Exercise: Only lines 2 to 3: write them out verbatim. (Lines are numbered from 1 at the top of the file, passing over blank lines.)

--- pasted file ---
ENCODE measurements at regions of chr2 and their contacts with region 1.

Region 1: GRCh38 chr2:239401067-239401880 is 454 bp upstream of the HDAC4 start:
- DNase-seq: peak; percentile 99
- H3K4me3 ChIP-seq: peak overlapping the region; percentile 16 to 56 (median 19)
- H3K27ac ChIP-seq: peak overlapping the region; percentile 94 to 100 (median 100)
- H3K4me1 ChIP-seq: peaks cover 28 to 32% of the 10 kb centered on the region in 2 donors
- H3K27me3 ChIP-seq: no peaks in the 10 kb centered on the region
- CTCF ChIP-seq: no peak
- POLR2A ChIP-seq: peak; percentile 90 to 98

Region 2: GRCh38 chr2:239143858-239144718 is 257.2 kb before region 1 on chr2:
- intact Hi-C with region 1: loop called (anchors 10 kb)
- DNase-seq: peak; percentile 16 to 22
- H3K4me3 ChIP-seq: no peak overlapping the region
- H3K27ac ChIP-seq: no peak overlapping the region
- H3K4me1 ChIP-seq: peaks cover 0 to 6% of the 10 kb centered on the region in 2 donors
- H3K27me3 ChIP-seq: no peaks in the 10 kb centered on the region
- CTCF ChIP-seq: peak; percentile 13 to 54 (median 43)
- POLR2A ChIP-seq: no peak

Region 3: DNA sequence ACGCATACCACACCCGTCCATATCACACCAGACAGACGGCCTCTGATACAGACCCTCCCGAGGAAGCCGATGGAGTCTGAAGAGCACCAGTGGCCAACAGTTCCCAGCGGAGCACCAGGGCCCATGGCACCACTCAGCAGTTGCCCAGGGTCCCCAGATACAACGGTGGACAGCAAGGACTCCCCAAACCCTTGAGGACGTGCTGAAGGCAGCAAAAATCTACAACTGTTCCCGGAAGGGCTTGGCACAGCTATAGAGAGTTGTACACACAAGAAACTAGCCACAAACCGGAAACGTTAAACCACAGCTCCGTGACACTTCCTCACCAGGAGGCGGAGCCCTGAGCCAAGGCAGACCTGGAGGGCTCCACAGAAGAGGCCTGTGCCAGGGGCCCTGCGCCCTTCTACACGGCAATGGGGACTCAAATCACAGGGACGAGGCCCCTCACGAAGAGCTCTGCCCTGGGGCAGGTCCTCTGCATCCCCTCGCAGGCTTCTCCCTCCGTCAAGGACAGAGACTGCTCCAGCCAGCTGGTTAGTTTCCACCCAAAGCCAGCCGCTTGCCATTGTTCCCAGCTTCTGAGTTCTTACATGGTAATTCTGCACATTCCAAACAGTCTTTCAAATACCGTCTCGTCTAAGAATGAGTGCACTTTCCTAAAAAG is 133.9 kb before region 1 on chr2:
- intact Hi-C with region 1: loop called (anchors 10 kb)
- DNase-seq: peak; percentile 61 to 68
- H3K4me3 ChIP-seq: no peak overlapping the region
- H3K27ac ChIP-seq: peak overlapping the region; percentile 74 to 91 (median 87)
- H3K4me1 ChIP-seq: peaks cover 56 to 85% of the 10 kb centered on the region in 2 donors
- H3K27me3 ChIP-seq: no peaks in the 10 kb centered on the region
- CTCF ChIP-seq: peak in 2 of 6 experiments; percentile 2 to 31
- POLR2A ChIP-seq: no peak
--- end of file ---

Region 1: GRCh38 chr2:239401067-239401880 is 454 bp upstream of the HDAC4 start:
- DNase-seq: peak; percentile 99